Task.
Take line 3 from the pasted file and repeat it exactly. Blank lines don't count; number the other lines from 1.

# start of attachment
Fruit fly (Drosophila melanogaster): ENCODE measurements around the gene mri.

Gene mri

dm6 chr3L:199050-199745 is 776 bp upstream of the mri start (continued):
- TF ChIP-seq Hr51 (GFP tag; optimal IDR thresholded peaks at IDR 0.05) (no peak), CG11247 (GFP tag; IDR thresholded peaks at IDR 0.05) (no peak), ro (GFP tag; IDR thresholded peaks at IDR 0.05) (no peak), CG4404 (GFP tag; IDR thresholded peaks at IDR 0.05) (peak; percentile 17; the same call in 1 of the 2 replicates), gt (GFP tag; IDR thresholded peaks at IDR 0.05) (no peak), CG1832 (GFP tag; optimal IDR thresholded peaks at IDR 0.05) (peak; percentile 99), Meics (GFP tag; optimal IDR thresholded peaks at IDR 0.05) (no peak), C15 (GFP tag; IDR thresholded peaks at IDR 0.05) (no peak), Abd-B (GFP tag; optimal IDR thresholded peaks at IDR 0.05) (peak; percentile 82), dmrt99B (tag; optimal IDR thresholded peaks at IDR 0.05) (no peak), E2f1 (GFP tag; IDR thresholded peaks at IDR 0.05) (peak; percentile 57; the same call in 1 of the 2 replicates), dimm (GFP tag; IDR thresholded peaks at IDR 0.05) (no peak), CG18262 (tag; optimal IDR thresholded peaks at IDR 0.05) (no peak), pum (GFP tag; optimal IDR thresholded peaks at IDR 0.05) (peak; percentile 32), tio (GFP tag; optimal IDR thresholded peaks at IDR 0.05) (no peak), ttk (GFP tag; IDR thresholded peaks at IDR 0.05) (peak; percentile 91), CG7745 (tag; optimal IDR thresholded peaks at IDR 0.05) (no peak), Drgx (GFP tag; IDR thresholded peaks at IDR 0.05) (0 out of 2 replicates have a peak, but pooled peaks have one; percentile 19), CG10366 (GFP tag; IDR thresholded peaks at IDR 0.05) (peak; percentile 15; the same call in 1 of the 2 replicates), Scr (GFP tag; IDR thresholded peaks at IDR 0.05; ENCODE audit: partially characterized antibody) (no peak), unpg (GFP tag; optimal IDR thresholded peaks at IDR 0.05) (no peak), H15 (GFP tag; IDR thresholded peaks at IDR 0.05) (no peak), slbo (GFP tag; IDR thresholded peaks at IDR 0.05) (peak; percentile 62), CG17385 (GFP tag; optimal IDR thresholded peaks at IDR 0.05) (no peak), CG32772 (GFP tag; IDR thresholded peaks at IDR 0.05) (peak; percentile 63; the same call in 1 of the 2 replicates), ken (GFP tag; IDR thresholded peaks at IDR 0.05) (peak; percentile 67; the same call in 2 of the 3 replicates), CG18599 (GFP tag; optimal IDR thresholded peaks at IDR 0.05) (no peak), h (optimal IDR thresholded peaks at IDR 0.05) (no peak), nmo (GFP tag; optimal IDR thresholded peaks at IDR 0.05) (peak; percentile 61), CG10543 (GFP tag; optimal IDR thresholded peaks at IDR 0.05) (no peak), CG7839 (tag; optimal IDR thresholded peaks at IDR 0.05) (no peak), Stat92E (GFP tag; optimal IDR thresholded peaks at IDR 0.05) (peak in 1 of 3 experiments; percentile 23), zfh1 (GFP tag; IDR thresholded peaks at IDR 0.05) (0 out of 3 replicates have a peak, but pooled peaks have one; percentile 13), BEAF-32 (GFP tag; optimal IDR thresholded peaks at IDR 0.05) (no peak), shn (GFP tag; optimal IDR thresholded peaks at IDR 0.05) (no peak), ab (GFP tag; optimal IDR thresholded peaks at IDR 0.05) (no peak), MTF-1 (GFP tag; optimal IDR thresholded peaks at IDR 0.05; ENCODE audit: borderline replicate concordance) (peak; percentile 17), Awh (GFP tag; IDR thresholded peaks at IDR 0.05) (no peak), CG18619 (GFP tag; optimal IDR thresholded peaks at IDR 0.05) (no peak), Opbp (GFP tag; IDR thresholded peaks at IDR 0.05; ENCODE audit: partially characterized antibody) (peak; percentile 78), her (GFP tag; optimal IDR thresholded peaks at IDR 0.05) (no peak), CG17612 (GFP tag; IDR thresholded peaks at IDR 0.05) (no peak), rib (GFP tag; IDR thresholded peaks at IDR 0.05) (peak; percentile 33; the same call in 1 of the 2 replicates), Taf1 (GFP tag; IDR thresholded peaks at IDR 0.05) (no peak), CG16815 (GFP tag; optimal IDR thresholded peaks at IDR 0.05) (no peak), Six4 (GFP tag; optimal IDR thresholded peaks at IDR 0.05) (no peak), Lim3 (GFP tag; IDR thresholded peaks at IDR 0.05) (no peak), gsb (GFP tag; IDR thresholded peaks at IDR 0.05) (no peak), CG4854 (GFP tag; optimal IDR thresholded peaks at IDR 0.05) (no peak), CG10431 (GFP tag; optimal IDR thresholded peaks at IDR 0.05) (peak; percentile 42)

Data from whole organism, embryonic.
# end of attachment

dm6 chr3L:199050-199745 is 776 bp upstream of the mri start (continued):